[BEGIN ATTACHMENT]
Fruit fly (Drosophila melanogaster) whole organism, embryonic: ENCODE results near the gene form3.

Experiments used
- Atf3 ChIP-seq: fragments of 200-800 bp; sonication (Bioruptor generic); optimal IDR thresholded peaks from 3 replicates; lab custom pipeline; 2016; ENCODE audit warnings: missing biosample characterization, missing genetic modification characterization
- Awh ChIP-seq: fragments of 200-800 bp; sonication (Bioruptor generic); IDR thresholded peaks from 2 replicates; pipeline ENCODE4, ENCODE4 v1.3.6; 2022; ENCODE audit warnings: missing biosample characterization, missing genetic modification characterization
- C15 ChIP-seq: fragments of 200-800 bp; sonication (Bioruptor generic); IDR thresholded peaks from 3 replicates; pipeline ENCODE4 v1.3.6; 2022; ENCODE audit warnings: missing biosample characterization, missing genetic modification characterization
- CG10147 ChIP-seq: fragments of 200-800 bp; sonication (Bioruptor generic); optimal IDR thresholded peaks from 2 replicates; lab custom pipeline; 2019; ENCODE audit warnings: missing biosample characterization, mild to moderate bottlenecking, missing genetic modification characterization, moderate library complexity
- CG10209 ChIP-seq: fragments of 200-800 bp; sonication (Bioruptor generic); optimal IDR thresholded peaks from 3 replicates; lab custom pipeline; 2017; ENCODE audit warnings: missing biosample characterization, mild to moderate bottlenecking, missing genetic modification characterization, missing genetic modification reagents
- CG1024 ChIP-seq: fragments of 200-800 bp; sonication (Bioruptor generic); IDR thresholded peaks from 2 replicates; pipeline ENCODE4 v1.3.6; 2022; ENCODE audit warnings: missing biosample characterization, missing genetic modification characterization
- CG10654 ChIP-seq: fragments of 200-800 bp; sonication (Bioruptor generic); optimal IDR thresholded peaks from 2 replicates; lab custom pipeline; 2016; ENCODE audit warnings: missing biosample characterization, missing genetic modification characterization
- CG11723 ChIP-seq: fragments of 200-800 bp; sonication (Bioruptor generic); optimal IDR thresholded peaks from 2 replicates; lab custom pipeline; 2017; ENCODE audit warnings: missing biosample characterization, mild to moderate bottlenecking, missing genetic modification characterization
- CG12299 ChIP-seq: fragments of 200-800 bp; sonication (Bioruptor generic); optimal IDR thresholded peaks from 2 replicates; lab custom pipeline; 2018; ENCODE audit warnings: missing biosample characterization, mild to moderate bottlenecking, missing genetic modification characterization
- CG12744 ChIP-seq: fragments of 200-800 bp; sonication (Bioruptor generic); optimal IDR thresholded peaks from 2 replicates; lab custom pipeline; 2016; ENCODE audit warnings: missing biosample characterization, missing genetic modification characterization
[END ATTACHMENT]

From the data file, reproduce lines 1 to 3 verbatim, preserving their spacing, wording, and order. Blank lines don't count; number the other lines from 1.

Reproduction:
Fruit fly (Drosophila melanogaster) whole organism, embryonic: ENCODE results near the gene form3.

Experiments used
- Atf3 ChIP-seq: fragments of 200-800 bp; sonication (Bioruptor generic); optimal IDR thresholded peaks from 3 replicates; lab custom pipeline; 2016; ENCODE audit warnings: missing biosample characterization, missing genetic modification characterization